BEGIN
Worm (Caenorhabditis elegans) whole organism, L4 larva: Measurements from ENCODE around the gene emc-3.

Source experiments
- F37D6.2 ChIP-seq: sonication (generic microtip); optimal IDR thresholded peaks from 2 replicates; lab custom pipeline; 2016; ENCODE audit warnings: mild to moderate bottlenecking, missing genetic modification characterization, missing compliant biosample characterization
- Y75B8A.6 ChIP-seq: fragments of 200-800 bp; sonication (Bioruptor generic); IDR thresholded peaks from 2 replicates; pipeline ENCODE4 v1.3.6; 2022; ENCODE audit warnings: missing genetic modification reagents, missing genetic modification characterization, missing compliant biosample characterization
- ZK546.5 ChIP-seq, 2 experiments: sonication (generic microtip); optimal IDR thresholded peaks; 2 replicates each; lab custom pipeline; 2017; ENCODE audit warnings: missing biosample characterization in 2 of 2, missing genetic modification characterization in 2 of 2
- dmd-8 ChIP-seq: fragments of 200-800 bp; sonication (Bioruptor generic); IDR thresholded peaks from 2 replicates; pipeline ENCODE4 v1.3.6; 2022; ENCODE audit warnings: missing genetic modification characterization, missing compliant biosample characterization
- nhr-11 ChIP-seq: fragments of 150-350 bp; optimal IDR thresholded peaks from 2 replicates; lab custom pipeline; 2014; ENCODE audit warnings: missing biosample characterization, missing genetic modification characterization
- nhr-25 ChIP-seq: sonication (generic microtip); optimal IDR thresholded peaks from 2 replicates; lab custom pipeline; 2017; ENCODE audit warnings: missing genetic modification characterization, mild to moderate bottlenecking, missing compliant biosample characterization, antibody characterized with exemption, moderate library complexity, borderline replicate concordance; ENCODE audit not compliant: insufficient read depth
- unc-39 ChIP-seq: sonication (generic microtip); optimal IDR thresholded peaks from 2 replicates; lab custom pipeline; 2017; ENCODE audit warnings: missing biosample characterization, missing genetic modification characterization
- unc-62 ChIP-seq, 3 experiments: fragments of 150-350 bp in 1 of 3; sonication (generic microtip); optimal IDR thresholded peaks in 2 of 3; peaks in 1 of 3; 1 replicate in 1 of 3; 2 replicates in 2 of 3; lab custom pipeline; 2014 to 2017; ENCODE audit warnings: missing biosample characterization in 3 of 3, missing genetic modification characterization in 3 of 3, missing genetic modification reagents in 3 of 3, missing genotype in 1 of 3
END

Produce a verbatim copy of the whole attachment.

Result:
Worm (Caenorhabditis elegans) whole organism, L4 larva: Measurements from ENCODE around the gene emc-3.

Source experiments
- F37D6.2 ChIP-seq: sonication (generic microtip); optimal IDR thresholded peaks from 2 replicates; lab custom pipeline; 2016; ENCODE audit warnings: mild to moderate bottlenecking, missing genetic modification characterization, missing compliant biosample characterization
- Y75B8A.6 ChIP-seq: fragments of 200-800 bp; sonication (Bioruptor generic); IDR thresholded peaks from 2 replicates; pipeline ENCODE4 v1.3.6; 2022; ENCODE audit warnings: missing genetic modification reagents, missing genetic modification characterization, missing compliant biosample characterization
- ZK546.5 ChIP-seq, 2 experiments: sonication (generic microtip); optimal IDR thresholded peaks; 2 replicates each; lab custom pipeline; 2017; ENCODE audit warnings: missing biosample characterization in 2 of 2, missing genetic modification characterization in 2 of 2
- dmd-8 ChIP-seq: fragments of 200-800 bp; sonication (Bioruptor generic); IDR thresholded peaks from 2 replicates; pipeline ENCODE4 v1.3.6; 2022; ENCODE audit warnings: missing genetic modification characterization, missing compliant biosample characterization
- nhr-11 ChIP-seq: fragments of 150-350 bp; optimal IDR thresholded peaks from 2 replicates; lab custom pipeline; 2014; ENCODE audit warnings: missing biosample characterization, missing genetic modification characterization
- nhr-25 ChIP-seq: sonication (generic microtip); optimal IDR thresholded peaks from 2 replicates; lab custom pipeline; 2017; ENCODE audit warnings: missing genetic modification characterization, mild to moderate bottlenecking, missing compliant biosample characterization, antibody characterized with exemption, moderate library complexity, borderline replicate concordance; ENCODE audit not compliant: insufficient read depth
- unc-39 ChIP-seq: sonication (generic microtip); optimal IDR thresholded peaks from 2 replicates; lab custom pipeline; 2017; ENCODE audit warnings: missing biosample characterization, missing genetic modification characterization
- unc-62 ChIP-seq, 3 experiments: fragments of 150-350 bp in 1 of 3; sonication (generic microtip); optimal IDR thresholded peaks in 2 of 3; peaks in 1 of 3; 1 replicate in 1 of 3; 2 replicates in 2 of 3; lab custom pipeline; 2014 to 2017; ENCODE audit warnings: missing biosample characterization in 3 of 3, missing genetic modification characterization in 3 of 3, missing genetic modification reagents in 3 of 3, missing genotype in 1 of 3